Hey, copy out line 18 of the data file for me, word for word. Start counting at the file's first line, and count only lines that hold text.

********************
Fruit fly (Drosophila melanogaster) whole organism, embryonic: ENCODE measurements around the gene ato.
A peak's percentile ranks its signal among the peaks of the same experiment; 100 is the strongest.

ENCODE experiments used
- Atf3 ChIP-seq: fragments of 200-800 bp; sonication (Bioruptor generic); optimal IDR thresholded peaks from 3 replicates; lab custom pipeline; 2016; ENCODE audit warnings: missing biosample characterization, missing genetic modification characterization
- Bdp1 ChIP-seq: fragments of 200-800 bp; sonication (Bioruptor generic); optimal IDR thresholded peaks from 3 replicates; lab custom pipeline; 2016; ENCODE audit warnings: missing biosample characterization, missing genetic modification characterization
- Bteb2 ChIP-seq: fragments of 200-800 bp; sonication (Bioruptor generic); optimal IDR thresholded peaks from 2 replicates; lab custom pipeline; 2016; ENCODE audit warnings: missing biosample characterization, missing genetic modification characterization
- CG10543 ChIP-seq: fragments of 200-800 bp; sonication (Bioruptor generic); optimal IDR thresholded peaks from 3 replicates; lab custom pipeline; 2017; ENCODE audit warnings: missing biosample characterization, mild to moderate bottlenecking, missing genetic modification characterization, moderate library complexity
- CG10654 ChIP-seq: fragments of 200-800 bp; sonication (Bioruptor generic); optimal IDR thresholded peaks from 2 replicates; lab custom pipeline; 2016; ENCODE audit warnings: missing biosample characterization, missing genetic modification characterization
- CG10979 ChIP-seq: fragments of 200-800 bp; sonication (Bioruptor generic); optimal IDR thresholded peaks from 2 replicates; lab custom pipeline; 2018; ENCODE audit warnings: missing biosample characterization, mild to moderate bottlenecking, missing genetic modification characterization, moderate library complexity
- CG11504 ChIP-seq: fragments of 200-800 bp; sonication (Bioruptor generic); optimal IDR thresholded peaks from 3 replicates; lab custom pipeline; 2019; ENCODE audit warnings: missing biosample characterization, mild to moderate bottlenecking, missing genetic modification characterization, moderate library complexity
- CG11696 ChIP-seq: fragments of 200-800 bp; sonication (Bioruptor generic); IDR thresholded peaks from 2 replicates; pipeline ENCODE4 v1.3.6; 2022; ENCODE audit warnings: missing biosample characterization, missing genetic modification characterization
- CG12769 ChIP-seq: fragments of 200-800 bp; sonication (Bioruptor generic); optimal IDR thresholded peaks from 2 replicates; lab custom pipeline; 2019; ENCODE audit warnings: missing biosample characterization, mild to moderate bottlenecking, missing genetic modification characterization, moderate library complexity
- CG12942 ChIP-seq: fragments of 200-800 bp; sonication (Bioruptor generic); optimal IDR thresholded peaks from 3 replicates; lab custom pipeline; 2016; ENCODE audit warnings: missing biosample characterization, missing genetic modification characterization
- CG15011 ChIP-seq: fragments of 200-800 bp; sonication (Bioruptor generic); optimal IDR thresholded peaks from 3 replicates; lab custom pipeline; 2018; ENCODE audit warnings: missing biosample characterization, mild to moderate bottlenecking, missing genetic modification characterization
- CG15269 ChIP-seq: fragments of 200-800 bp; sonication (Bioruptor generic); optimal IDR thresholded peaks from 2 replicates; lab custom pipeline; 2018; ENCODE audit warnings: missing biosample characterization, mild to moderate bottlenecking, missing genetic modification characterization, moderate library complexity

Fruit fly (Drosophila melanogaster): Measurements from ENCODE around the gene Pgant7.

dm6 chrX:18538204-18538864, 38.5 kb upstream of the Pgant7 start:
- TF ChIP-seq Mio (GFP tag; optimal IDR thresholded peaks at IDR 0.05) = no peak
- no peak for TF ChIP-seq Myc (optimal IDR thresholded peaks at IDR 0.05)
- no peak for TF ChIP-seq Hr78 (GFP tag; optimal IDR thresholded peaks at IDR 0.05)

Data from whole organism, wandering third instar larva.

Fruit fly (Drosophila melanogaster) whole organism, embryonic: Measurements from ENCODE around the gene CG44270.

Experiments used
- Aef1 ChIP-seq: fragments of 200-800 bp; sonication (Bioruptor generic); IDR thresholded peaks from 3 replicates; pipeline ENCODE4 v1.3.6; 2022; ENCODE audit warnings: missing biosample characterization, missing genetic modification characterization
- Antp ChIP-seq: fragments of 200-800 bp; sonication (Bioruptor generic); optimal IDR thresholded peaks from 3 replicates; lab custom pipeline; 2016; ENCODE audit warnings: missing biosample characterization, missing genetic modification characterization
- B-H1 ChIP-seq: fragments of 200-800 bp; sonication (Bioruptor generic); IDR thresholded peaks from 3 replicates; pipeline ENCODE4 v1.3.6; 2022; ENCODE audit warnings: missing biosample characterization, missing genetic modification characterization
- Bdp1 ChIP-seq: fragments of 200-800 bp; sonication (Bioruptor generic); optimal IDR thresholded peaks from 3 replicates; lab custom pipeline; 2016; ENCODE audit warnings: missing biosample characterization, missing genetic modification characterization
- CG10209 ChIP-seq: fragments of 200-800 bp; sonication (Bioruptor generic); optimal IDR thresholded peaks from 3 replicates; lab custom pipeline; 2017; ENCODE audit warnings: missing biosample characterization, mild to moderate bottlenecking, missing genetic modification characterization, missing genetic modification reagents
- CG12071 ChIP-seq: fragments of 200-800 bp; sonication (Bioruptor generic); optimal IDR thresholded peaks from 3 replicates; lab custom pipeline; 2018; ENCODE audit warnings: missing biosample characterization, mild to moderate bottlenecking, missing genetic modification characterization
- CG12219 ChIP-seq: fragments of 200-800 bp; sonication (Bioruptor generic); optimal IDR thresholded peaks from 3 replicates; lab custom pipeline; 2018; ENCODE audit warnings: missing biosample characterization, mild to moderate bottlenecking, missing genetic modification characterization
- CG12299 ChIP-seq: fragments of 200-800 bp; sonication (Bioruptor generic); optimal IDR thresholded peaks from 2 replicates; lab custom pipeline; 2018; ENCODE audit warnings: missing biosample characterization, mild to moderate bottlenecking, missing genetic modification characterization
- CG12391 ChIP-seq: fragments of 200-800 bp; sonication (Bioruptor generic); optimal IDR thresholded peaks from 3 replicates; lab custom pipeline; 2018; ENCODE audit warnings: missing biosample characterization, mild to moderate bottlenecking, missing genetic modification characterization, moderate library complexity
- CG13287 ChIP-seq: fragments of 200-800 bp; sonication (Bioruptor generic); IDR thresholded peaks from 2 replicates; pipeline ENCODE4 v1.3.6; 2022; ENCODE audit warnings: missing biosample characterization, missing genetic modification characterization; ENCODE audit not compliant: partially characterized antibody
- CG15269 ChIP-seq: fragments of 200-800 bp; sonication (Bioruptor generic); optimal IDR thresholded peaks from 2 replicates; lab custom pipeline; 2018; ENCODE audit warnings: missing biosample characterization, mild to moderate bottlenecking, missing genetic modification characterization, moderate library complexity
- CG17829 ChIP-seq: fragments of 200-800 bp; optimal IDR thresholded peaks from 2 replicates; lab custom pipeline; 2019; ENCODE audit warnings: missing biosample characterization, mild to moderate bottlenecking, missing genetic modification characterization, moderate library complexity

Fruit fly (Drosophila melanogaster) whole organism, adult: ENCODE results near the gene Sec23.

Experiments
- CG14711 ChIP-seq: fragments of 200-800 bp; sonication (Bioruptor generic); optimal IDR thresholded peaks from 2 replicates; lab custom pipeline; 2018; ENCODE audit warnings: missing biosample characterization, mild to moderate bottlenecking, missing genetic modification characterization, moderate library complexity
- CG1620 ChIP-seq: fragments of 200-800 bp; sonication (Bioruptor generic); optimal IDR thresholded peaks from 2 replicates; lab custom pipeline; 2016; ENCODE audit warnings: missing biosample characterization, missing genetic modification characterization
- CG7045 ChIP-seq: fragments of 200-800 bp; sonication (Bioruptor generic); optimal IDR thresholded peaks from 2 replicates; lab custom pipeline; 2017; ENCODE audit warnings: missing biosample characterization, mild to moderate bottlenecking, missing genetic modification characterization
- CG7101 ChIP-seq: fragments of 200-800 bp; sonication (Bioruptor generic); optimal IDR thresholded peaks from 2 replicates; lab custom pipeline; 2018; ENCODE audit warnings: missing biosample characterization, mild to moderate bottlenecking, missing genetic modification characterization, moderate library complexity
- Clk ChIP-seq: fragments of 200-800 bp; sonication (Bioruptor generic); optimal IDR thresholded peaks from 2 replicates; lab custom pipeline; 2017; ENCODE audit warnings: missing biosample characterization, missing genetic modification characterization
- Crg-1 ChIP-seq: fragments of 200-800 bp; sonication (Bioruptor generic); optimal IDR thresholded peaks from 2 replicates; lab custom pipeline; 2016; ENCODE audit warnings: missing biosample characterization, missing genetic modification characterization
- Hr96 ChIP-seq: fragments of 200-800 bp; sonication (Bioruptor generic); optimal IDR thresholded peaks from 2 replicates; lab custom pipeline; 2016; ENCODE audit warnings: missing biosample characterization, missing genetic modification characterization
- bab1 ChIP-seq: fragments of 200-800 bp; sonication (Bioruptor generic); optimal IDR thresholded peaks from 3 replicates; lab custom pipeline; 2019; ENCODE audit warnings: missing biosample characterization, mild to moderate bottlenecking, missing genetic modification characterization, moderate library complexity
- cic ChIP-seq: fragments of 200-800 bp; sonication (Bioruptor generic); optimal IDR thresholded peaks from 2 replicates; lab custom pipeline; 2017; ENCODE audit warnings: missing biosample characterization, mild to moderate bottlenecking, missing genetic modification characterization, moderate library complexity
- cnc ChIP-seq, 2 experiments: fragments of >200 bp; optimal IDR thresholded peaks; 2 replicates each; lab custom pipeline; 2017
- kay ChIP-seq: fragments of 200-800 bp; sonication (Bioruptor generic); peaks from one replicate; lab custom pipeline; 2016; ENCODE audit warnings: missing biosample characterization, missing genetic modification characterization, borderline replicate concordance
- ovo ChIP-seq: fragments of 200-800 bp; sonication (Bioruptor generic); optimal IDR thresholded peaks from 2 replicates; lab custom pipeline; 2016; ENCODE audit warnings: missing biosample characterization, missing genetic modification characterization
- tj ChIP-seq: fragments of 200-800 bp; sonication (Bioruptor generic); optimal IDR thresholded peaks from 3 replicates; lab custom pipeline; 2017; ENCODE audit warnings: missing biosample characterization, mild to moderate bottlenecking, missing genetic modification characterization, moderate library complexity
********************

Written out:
- TF ChIP-seq Mio (GFP tag; optimal IDR thresholded peaks at IDR 0.05) = no peak